The Supreme Court of India has recently made public comments about the farmers' protests happening in Delhi, stating they "will do their job" if the central government cannot reach a resolution soon.
This may seem like a hopeful intervention on the surface, but upon further consideration, it is nothing more than another ruse concocted by the Modi government to further delay justice for the farmers.
Evidence has shown that the central government is not above using smoke and mirrors to distract from and bury the real issues.
The fact of the matter is that in reality, the Supreme Court (SC) has no jurisdiction over the implementing, redaction, or amendment of these bills. Its' jurisdiction is very limited regarding the actual creation of laws.
In essence, only the parliament has the power to make or change laws, while the SC can only examine laws to determine whether they are constitutional or not.
Considering the Constitutional Merit of the Bills
The Modi government has no doubt created drama and chaos in the House in order to pass the bill under problematic circumstances.
In fact, the bills were introduced when the parliament (Rajya Sabha) was not in full attendance due to COVID, but the Modi government pushed the bills through parliament anyway, stating it was a time sensitive matter that warranted such urgency.
This is disgustingly opportunistic, but unfortunately, not unconstitutional.
Furthermore, the bills were passed using a voice vote in which the Chairman puts the question before the House and invites those who are in favour of the motion to say “Aye'' and those against the motion to say “No”.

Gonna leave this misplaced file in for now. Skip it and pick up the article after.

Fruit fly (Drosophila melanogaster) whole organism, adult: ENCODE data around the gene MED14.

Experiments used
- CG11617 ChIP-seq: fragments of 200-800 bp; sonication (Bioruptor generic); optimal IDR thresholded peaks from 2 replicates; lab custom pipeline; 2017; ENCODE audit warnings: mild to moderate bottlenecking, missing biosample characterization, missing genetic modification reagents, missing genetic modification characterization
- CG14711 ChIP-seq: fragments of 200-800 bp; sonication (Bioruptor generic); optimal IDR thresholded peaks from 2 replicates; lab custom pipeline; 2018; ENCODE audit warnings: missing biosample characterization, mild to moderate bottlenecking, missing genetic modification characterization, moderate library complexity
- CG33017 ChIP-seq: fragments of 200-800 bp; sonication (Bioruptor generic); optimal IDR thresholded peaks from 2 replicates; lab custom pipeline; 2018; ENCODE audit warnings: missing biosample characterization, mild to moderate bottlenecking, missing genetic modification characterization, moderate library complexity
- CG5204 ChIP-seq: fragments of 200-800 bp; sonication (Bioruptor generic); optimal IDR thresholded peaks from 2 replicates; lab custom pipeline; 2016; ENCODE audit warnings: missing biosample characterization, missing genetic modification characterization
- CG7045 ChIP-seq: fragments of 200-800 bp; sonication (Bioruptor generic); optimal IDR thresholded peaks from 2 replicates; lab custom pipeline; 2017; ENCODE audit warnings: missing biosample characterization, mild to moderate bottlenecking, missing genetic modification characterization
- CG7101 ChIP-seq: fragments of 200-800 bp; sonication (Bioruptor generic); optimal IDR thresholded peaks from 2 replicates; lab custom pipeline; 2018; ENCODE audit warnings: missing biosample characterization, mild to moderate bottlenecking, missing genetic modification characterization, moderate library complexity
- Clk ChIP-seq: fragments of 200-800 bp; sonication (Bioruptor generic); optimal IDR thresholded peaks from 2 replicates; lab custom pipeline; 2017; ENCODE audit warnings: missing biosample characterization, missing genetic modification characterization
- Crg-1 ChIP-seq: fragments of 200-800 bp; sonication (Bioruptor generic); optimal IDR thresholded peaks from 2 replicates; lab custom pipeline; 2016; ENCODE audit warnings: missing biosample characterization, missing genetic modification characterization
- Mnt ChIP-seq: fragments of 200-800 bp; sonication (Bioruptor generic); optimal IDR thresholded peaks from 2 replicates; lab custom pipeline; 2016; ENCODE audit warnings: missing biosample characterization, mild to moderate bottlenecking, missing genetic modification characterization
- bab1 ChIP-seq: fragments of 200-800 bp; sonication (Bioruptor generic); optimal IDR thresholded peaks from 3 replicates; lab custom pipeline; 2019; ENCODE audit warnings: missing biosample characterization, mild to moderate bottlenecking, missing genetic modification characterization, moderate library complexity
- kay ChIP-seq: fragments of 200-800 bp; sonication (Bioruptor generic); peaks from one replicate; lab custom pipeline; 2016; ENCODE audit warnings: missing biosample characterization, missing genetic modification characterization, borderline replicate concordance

Then the Chairman says: “I think the Ayes or the Nos, (as the case may be) have it."
There was intense commotion and chaos in the House when the Chairman hurriedly declared the bills passed while the debate was still on going. Although this was an unnecessarily haphazard way to do things, it is still constitutional.
The opposition demanded a division vote, in which bells are rung and all members who are not currently present in the House ,have time to rush there and cast a written vote. Then all the votes are counted, and a conclusion is announced.
However, the Chairman dismissed the opposition's compelling concerns, and deemed the bills to be law. The Chairman can possibly be questioned for not considering the opposition, but the SC has taken no action towards examining the due process or questioning the Chairman.
The chain of events in the passing of the bills is extremely problematic and borderline undemocratic, because according to the parliamentary rules, if any one member of the parliament demands a division vote, it must occur. However, the Chairman preemptively declared the bills to be law and denied the members a division vote.
Instead of making irresponsible and reckless politically fuelled comments that have no legal merit, the SC should focus on its duty and examine the Chairman’s conduct and the constitutional validity of the laws.
The SC is not doing anything but giving people false hope by interjecting in a matter that is completely out of its power.
Furthermore, the SC cannot just insert itself into matters for which there is no petition from the aggrieved party (i.e. farmers) and the farmers have not asked the SC for anything.
The farmers are very clear in their position, which is that the government made unfair laws, and that the government has the power to take them back. It is clear to anyone examining closely that the SC is shamefully allowing itself to be utilized as a pawn by the Modi government to further perpetuate anti-farmer sentiments under the illusion of .